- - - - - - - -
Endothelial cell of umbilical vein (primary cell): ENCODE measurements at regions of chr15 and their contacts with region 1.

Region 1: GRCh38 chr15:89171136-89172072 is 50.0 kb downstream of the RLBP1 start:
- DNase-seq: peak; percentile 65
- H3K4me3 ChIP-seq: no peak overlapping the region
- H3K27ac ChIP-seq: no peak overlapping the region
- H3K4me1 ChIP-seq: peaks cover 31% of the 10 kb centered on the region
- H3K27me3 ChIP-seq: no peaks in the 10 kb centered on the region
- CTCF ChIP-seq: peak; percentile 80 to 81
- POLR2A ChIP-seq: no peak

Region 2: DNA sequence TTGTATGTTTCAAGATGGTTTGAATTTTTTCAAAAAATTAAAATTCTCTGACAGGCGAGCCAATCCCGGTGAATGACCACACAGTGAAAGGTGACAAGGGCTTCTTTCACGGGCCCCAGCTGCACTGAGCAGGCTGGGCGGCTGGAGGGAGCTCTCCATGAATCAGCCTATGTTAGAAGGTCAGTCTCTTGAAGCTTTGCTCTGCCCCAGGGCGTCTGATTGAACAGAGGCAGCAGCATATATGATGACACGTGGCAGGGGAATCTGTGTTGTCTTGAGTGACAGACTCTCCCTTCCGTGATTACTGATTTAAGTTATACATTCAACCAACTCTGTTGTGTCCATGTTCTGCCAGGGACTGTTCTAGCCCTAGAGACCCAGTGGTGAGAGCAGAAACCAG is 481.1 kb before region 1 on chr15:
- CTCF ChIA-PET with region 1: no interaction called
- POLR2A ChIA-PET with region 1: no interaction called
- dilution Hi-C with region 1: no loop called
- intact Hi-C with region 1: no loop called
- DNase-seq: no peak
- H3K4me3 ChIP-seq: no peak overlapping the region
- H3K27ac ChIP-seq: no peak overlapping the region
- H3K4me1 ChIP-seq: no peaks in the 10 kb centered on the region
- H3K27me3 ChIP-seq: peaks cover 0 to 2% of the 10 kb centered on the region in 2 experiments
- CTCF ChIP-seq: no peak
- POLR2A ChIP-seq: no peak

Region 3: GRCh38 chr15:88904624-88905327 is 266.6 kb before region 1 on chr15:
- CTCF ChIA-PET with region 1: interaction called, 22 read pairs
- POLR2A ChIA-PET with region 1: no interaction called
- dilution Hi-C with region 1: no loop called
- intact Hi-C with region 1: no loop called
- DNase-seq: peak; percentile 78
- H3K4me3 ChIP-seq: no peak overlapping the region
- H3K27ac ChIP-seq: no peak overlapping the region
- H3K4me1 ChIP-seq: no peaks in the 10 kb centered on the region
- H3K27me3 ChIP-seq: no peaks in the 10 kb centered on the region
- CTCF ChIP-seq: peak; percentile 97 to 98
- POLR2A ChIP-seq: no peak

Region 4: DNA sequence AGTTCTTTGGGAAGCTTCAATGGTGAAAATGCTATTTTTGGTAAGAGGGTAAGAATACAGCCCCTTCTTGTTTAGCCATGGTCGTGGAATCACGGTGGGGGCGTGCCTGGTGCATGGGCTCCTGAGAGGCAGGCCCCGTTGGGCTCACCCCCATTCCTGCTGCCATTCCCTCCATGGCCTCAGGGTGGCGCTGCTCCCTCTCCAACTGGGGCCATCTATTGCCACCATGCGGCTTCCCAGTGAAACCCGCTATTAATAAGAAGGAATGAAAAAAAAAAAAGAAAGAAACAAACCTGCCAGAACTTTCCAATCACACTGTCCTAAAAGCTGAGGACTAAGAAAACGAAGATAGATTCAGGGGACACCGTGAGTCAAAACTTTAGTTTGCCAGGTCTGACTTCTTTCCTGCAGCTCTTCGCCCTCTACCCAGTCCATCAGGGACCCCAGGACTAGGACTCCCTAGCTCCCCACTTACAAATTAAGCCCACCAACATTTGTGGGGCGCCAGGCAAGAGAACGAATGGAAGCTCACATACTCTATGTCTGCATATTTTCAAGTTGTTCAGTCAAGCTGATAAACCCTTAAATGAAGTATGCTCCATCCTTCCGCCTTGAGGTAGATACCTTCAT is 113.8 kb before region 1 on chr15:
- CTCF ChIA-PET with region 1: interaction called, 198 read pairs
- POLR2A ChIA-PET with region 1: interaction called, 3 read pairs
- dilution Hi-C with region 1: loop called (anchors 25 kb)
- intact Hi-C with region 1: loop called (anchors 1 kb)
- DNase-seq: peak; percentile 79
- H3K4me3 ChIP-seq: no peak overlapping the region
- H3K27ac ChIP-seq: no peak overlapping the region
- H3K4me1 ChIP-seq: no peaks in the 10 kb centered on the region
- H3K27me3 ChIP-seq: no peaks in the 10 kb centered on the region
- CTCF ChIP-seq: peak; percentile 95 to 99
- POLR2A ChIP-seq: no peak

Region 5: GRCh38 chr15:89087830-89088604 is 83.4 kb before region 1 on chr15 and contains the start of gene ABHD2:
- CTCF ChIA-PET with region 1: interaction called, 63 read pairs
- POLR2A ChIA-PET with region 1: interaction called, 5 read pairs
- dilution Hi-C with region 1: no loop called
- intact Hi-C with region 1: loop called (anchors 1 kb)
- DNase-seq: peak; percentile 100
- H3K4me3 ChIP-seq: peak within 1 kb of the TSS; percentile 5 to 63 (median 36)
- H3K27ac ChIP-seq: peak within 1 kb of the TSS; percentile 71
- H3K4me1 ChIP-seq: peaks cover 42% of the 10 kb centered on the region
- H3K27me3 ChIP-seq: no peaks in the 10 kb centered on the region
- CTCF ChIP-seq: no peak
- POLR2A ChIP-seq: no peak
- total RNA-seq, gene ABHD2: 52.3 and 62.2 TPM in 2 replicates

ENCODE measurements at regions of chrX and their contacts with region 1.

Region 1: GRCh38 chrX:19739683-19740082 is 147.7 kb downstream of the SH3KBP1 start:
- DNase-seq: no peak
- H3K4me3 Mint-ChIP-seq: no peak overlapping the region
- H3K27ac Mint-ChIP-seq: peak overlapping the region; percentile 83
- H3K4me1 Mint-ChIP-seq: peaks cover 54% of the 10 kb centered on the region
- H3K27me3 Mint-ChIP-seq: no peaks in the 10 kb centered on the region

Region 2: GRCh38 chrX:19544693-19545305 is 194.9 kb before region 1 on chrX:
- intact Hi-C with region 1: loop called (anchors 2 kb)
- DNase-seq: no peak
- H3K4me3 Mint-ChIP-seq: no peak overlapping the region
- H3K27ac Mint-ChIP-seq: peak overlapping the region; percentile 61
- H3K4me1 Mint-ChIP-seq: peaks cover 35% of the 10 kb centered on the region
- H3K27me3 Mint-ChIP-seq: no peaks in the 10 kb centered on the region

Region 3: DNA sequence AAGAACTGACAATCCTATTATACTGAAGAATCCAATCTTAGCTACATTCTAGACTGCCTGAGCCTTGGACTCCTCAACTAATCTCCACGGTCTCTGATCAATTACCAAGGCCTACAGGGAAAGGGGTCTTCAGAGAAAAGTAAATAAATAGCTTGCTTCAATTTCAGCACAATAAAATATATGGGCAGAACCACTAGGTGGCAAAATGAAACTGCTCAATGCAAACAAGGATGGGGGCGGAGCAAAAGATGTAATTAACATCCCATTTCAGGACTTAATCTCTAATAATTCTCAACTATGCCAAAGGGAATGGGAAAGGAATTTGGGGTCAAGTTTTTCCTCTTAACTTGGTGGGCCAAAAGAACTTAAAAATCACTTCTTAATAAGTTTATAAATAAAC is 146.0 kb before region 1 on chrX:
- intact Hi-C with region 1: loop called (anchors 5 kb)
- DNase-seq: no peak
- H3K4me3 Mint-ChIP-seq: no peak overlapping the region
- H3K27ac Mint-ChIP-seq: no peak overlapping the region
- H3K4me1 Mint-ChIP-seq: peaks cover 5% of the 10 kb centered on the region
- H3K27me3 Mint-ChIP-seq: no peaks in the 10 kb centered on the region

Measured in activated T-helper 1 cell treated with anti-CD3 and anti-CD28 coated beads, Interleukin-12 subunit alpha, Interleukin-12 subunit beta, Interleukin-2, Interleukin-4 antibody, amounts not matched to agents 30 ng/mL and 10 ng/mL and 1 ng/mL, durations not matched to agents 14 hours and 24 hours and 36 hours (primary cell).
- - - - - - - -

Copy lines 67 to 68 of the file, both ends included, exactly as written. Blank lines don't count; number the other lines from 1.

- intact Hi-C with region 1: loop called (anchors 2 kb)
- DNase-seq: no peak